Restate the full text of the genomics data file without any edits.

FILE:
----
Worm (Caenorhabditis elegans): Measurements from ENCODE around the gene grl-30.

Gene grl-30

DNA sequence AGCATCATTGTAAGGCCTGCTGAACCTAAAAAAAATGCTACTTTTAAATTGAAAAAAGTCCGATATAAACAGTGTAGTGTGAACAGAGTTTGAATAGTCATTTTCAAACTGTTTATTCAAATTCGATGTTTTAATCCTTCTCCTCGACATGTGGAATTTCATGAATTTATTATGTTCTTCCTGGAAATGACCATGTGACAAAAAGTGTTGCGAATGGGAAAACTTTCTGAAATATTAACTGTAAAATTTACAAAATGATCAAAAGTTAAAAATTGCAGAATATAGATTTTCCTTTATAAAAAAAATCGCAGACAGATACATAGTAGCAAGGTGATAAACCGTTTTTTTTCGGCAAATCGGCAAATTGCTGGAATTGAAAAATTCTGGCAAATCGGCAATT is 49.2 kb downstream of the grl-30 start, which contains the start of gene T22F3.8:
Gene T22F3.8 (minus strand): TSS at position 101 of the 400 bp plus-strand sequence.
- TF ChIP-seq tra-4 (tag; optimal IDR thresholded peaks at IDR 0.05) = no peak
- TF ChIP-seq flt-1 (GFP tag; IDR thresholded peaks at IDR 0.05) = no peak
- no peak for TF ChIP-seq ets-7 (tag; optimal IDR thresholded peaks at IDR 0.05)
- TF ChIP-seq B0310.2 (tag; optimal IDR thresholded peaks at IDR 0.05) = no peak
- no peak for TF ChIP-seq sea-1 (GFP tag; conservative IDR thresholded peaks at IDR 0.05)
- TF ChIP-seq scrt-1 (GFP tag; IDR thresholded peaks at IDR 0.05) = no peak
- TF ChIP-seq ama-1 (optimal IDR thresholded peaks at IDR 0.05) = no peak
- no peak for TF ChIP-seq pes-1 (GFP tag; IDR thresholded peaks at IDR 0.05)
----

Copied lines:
Worm (Caenorhabditis elegans): Measurements from ENCODE around the gene grl-30.

Gene grl-30

DNA sequence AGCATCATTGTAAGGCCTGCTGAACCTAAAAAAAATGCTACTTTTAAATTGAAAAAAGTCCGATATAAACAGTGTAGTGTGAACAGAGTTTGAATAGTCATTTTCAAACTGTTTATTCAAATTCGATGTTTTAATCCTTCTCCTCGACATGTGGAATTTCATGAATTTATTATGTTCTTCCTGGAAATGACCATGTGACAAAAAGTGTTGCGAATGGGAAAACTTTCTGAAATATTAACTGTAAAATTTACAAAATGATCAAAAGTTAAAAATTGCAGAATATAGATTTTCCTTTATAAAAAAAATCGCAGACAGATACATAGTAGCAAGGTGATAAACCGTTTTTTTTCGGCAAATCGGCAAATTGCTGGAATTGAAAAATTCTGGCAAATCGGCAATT is 49.2 kb downstream of the grl-30 start, which contains the start of gene T22F3.8:
Gene T22F3.8 (minus strand): TSS at position 101 of the 400 bp plus-strand sequence.
- TF ChIP-seq tra-4 (tag; optimal IDR thresholded peaks at IDR 0.05) = no peak
- TF ChIP-seq flt-1 (GFP tag; IDR thresholded peaks at IDR 0.05) = no peak
- no peak for TF ChIP-seq ets-7 (tag; optimal IDR thresholded peaks at IDR 0.05)
- TF ChIP-seq B0310.2 (tag; optimal IDR thresholded peaks at IDR 0.05) = no peak
- no peak for TF ChIP-seq sea-1 (GFP tag; conservative IDR thresholded peaks at IDR 0.05)
- TF ChIP-seq scrt-1 (GFP tag; IDR thresholded peaks at IDR 0.05) = no peak
- TF ChIP-seq ama-1 (optimal IDR thresholded peaks at IDR 0.05) = no peak
- no peak for TF ChIP-seq pes-1 (GFP tag; IDR thresholded peaks at IDR 0.05)